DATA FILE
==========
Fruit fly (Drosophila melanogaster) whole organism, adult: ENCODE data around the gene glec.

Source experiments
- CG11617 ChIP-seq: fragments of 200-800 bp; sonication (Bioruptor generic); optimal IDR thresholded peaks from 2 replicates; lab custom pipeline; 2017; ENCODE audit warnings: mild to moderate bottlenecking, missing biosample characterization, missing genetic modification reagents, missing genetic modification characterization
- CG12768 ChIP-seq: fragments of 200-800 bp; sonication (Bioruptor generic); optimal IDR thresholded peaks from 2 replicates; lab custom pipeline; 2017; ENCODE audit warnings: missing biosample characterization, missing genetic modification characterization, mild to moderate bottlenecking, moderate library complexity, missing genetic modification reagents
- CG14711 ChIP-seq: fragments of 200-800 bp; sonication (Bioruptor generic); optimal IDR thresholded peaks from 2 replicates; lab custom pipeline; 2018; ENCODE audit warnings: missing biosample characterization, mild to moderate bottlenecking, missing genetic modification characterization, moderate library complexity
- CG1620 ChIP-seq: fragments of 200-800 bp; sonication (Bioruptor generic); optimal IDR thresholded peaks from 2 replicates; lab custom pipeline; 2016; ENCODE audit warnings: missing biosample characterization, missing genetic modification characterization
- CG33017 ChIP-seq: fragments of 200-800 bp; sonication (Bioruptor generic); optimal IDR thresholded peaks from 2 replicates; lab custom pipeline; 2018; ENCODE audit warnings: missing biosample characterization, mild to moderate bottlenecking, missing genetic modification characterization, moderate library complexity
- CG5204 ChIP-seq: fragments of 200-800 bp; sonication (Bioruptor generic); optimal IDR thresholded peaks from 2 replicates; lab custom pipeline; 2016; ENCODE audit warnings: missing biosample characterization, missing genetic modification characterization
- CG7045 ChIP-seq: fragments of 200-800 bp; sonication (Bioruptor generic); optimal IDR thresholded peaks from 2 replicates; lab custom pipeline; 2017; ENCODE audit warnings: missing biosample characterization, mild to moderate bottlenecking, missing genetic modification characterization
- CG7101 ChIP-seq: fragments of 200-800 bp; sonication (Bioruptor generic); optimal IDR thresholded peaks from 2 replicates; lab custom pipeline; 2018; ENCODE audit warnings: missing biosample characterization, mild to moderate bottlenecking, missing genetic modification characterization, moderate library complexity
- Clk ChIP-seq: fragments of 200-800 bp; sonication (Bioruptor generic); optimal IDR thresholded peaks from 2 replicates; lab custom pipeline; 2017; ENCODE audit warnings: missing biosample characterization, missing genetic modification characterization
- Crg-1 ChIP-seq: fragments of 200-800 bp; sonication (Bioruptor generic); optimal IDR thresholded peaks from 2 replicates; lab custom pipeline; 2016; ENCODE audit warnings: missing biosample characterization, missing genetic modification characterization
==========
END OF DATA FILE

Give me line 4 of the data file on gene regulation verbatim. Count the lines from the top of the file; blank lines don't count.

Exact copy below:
- CG12768 ChIP-seq: fragments of 200-800 bp; sonication (Bioruptor generic); optimal IDR thresholded peaks from 2 replicates; lab custom pipeline; 2017; ENCODE audit warnings: missing biosample characterization, missing genetic modification characterization, mild to moderate bottlenecking, moderate library complexity, missing genetic modification reagents